- Entertainment and Media
Director Highlight ~ Jonathan Demme
A Director with His Own Style
Jonathan Demme is a director who has made movies that are known for their zany, campy feel. The audience seems to share in the whole movie-making process as the characters look directly into the camera, reacting and responding to their situations directly at the audience.
The camera then follows the characters and the storyline with Demme's penchant for zooms, swoops, and dollies. In some of Demme's films, the frame is often moving, giving the scene more momentum and sometimes jarring the audience out of the movie-watching experience. Coupled with his characters' direct-to-the-camera dead-on antics, these techniques make up Demme's fun, light-hearted, and crazy-feeling style.
Yet when Demme takes out that element of fun in his movies, what he leaves is often a really good movie which follows its script faithfully. Two of Demme's most well-known and commercially successful movies not only deal with serious subject matter, but do so with such sensitivity that Demme's style seems the only one fit to tell the story.
The Truth About Charlie
Demme's style is more easily seen in his less well-known movies, which also happened to not do as well in the box office. In The Truth About Charlie, Demme's style can be seen in the hand-held feel of the movie. The camera shakes along after the characters as they take part in their personal destinies, all trying to track down the deceased Charlie's money. The camera zooms along after Charlie's wife, Regina, the main character, who is intent on discovering the truth about her late husband and disentangling herself from the money-hunters' dangerous entrapments. While she is on this quest, she's helped and hampered by Joshua, played by Mark Wahlberg, and together they find out just who it is she can trust. Through the movie, the camera zooms in and out, bouncing and circling around, adding suspense to the action scenes, but also jarring the audience out of the movie.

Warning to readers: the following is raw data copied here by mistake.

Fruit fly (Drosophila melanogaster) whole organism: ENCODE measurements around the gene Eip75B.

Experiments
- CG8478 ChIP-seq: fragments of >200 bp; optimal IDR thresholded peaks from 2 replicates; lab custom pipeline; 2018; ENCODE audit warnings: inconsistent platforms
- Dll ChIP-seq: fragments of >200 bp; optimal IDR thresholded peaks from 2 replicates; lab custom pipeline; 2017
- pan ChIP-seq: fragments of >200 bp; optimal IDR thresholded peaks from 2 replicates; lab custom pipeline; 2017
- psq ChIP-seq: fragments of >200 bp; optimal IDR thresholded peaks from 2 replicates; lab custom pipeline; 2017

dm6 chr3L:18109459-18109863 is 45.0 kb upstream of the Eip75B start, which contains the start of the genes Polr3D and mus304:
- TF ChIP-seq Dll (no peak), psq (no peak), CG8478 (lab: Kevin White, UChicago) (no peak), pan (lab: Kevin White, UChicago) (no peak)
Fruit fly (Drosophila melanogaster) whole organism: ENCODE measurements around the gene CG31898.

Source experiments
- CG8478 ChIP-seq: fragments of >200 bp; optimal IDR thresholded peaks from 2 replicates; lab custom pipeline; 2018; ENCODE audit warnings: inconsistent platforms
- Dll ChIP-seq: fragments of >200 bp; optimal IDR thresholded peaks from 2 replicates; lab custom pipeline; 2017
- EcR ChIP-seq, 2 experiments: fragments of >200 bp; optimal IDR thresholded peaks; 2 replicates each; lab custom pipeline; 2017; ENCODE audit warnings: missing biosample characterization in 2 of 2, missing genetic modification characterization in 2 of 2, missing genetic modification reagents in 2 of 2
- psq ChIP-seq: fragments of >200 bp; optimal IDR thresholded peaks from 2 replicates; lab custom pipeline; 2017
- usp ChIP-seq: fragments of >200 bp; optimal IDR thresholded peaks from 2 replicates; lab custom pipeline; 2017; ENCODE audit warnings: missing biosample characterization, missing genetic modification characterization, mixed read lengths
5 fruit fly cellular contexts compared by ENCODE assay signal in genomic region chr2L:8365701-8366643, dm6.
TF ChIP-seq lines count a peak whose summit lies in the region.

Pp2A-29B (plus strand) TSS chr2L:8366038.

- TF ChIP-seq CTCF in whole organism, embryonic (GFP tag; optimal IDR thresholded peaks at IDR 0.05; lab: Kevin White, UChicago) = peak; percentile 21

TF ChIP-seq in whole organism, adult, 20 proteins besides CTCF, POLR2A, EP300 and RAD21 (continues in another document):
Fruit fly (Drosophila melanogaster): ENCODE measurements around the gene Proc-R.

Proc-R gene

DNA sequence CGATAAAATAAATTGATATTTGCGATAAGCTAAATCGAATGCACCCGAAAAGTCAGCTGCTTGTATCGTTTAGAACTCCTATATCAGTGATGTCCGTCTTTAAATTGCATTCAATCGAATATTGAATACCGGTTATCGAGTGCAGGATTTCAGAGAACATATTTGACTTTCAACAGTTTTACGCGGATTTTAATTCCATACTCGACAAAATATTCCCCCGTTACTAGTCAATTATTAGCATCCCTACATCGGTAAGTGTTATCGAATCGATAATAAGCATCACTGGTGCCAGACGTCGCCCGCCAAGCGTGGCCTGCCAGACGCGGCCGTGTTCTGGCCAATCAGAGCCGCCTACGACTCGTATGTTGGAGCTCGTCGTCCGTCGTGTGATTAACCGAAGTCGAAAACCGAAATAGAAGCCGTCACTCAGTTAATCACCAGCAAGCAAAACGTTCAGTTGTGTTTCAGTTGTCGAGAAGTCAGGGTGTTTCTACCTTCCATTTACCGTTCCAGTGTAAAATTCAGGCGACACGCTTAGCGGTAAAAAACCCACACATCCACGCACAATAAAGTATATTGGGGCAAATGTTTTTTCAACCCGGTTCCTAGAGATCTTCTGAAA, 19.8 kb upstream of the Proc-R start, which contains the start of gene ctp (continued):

Throughout The Truth About Charlie, the minor characters will look directly at the camera at points, as though right out into the audience, and share with the audience their personal opinions by their expressions. At one point, Demme has Charles Zanavour break out into song, jarring not only the audience as Aznavour looks directly at the camera at them, but also confusing some of the surrounding characters, although the majority of the characters play the scene nonchalantly. It certainly adds a Demme stamp of style to the movie, but it also breaks up the feel of the drama and it does interrupt the storyline. Demme's choices and techniques feel zany, campy, and lighthearted -- as though Demme has done them for fun. It's refreshing and fun to watch the playfulness of the directing in this movie.
If the quirky-humored nature of the movie isn't clear enough when Aznavour starts singing, the audience notices it clearly in the last scenes, when the minor characters look long and hard into the camera, directly at the audience. In one of the ending scenes, Demme even has done a small homage to The Silence of the Lambs, one of his more well-known movies. He has Tim Robbins, whose character is in jail, standing in his cell in a satire of Hannibal Lector, while Charlie's mother serves him poisoned food through a sliding trap door into his jail cell. When he chokes and dies from the poison, Charlie's mother is looking directly into the camera, smiling.
All the swoops and shakiness, as well as having his characters react directly at the camera, are elements which reveal Demme's typical campy style. They give the movie a light-hearted feel, and make it seem like Demme is making a movie for himself and some of his friends who are used to his ways and in on his inside jokes.
The Silence of the Lambs